Wood Family Vineyards2004 Syrah, Madden Ranch
Yes, it’s John Madden, the revered football coach and Sunday night commentator, and his son Mike, who own the vineyard from whence this fruit comes. The vineyard is right next to the Ruby Hill Country Club, in one of the original areas planted to grapes in the 19th century. It’s some mighty fine fruit, and you wouldn’t expect anything less coming from a serious powerhouse like Madden.
Winemaker Rhonda Wood took the fruit, which was picked on September 15, 2004, and fermented it in 100% American Oak for 21 months. The barrels are 1/3 new, 1/3 one-year old and 1/3 two-years old. Interestingly enough, Greg Jenkins of Fleming-Jenkins Winery (Santa Cruz Mountains), got fruit from the same vineyard on the same day and did something completely different (see the companion review of the 2004 Madden Ranch Syrah from Fleming-Jenkins). If this doesn’t showcase the role wood plays, I don’t know what would. You really need to try them side-by-side as I did to appreciate the extent to which wood makes a huge difference, and in this case, it’s doubly woody, as you’ve got Wood as the winemaker.
The rich, spicy and slightly gamey nose of the Wood Family version is reminiscent of an Aussie Shiraz. On the palate, it is meaty and plummy, with nice cassis, a hint of pepper and a smattering of ham and smoked bacon, with dark licorice starting to come through. The texture is chewy and a bit tannic, but the blueberry pie finish is quite pleasing. The American oak is definitely giving this wine a more rustic character, but as it opens, the fruit really speaks. All in all, this is a delightful wine, as is the Fleming-Jenkins sibling. In fact, both winemakers have done justice to the rich and lush Madden Ranch Syrah fruit: one unleashes it, and the other, deftly controls it.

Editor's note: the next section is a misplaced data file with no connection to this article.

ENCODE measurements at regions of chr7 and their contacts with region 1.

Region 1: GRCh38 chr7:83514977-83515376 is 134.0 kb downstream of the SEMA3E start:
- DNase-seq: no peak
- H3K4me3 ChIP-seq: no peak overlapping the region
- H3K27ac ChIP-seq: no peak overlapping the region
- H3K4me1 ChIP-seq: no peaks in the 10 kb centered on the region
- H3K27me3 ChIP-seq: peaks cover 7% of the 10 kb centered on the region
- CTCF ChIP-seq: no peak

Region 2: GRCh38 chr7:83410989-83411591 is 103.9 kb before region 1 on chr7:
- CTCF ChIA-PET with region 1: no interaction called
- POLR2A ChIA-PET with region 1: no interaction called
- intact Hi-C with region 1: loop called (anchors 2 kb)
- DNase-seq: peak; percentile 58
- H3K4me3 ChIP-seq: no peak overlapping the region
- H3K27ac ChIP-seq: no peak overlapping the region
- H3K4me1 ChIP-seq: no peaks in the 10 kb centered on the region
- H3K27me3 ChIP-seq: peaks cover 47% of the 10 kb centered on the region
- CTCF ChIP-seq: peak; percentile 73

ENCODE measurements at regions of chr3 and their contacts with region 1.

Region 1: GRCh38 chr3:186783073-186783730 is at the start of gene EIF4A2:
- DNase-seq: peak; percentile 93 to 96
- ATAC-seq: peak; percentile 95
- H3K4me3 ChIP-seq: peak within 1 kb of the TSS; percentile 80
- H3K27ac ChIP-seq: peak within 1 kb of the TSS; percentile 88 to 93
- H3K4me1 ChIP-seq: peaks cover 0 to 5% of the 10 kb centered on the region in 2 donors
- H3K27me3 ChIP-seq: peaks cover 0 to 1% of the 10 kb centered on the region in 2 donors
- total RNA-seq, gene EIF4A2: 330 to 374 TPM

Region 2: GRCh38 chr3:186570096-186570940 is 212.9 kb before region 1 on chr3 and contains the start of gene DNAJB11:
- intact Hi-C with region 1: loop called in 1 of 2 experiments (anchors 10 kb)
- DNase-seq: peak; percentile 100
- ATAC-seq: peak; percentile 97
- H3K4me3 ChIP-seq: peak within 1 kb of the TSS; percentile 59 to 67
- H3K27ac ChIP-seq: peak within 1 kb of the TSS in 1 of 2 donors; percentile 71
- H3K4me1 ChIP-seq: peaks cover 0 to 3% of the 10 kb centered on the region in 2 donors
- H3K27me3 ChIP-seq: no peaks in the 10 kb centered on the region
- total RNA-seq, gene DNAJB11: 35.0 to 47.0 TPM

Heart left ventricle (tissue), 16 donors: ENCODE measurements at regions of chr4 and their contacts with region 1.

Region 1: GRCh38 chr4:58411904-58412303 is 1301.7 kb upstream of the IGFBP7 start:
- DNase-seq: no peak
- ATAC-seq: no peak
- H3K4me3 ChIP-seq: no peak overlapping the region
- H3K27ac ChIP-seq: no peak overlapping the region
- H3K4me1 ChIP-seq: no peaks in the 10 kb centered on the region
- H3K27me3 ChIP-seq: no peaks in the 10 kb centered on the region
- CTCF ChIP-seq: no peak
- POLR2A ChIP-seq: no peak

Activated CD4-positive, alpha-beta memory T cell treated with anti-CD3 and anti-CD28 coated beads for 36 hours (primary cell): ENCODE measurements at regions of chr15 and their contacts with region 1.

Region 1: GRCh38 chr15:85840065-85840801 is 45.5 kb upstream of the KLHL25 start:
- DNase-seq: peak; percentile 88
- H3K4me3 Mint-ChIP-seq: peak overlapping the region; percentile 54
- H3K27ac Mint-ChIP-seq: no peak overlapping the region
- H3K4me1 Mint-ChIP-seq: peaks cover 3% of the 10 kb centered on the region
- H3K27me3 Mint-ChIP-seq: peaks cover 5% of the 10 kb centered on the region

(Alc: 15.6%, Retail: $22)
Reviewed October 20, 2006 by Laura Ness.
A wine writer and wine judge for major publications and competitions around the country, Laura Ness likens wine to the experience of music. She is always looking for that ubiquitous marriage of rhythm, melody, and flawless execution. What is good music? You know it when you get lost in it. What is good wine? It is music in your mouth.